Cooperative banks worldwide were financed by cooperatives societies
Kampala, Uganda | ISAAC KHISA | For some time now, Uganda’s cooperatives societies have expressed the need to re-establish the Cooperative Bank as their main source of capital for production, processing, diversification and value addition.
Whereas they seem to have made a resolution to start the process of re-establishing the bank that collapsed nearly two decades ago to serve the interest of their members, the question that lingers among stakeholders is how the proposed lender will be financed.
Ivan Asiimwe, the Secretary General of the Uganda Cooperative Alliance Ltd, said during the one –day national dialogue to members of cooperative societies and other stakeholders at Grand Imperial Hotel that they are looking at four financing options to re-establish the bank.
These include; purchase of shares by cooperatives, a joint venture between cooperatives and a strategic investor, a joint venture between government and strategic investor, with the government offloading shares to cooperatives directly at a later stage or government financing the proposed lender and gradually selling its shares to the public through the Initial Public Offerings on the stock market.
However, he was quick to point out that while the government can utilise some of the funds meant for the Uganda Development Bank (UDB) to capitalise the Cooperative Bank, a financial institution dependent on government might face high portfolio risk, sustainability issues and susceptible to unhelpful political influences.
“Of particular concern is high risk of default on loans and favouritism in recruitment of staff when government is involved,” he said.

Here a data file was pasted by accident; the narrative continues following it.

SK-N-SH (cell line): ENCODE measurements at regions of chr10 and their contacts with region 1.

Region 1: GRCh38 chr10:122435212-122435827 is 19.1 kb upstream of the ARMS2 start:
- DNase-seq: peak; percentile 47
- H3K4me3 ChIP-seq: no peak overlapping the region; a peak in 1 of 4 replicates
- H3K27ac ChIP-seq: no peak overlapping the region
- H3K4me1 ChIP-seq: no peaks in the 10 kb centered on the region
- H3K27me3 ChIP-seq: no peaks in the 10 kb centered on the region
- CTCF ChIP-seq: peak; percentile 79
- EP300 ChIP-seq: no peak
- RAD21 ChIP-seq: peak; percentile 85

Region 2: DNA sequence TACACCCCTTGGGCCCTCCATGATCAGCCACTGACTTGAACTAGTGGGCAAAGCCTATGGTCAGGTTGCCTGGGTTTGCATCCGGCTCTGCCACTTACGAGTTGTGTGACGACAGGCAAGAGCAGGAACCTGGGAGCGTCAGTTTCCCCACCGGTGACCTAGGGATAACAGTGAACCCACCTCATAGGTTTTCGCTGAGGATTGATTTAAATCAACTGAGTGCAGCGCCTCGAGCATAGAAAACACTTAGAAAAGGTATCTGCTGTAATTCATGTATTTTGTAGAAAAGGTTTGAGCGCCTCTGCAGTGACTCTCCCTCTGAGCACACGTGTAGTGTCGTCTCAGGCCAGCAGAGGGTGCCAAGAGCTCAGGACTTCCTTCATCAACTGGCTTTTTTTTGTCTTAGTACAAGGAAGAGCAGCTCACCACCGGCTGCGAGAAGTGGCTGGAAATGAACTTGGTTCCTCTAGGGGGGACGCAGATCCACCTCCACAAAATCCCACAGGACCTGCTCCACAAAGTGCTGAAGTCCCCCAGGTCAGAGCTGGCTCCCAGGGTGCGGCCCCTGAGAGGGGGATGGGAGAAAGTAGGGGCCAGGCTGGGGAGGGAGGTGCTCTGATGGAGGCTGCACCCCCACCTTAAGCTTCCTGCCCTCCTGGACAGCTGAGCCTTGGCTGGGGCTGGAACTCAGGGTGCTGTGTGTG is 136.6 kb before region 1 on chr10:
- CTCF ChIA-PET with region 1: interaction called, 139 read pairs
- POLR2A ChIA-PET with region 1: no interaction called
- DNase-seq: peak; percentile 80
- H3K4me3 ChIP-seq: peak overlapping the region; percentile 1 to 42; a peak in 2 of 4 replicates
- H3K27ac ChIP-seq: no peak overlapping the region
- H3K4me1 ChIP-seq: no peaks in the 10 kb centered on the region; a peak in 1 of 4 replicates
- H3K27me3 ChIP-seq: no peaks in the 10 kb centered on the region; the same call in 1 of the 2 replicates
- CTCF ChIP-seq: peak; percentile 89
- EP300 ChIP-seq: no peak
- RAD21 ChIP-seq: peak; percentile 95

He said it is time for the country’s cooperative societies to choose a financial model for the proposed commercial bank.
None of the senior government officials from the ministries of finance, trade and Bank of Uganda were present to respond to the proposed plan even when they were invited and time allocated to present their views.
According to Bank of Uganda (BoU), the core capital to start a commercial bank in the country stands at Shs25bn. This excludes costs with regard to setting up branches, technology and salaries.
The cooperative societies’ move to re-establish the Cooperative Bank is based on the fact that whereas the government initiated various interventions to extend financial services through Savings and Credit Cooperative Societies and the Micro Finance Support Centre following the closure of the lender in 1999, there still remains serious gaps in agricultural lending – insufficient funds, high interests rates and loan products not aligned to the peculiar needs.
The cooperative societies argue that the current credit arrangement by the country’s 24 commercial banks do not favour rural communities, farmers, most Small and Medium Enterprises due to high interest rates but also due to risks involved in the production and value chains of the different products.
As a consequence, the cooperatives and SME’s, say they have failed to reach their full potential due to limited access to financial services.
“We believe that the re-establishment of this bank will deepen financial services, improve financial inclusion, generate revenue for cooperatives, enhance savings and increase ownership of the economy by Ugandans hence helping society for economic transformation and relieve the economy,” he said.
Fred Muhumuza, a development economist and former advisor to the Minister of Finance, however, said the options of a government partnering with the strategic investor and the government financing the bank wholly and later offloading shares to the cooperative societies is impractical.
“This government has its own child and for years it has failed to capitalize it’” he said, in reference to Uganda Development Bank.
The government has in the past three consecutive budgets promised to inject huge capital into UDB but nothing has happened, and thus limiting its ability to extend long terms credit facilities to the population.
Muhumuza said the national budget is already overstrained and heavily constrained and that this makes it impossible for the government to take on more responsibilities that require capital.
He recommends that cooperative societies buy shares in the planned bank for ownership and membership as they seek for a strategic investor with the government as a guarantor to mobilise more capital.
“It is at this stage that we shall need government not to bring in money but provide guarantee to this new investor,” he said.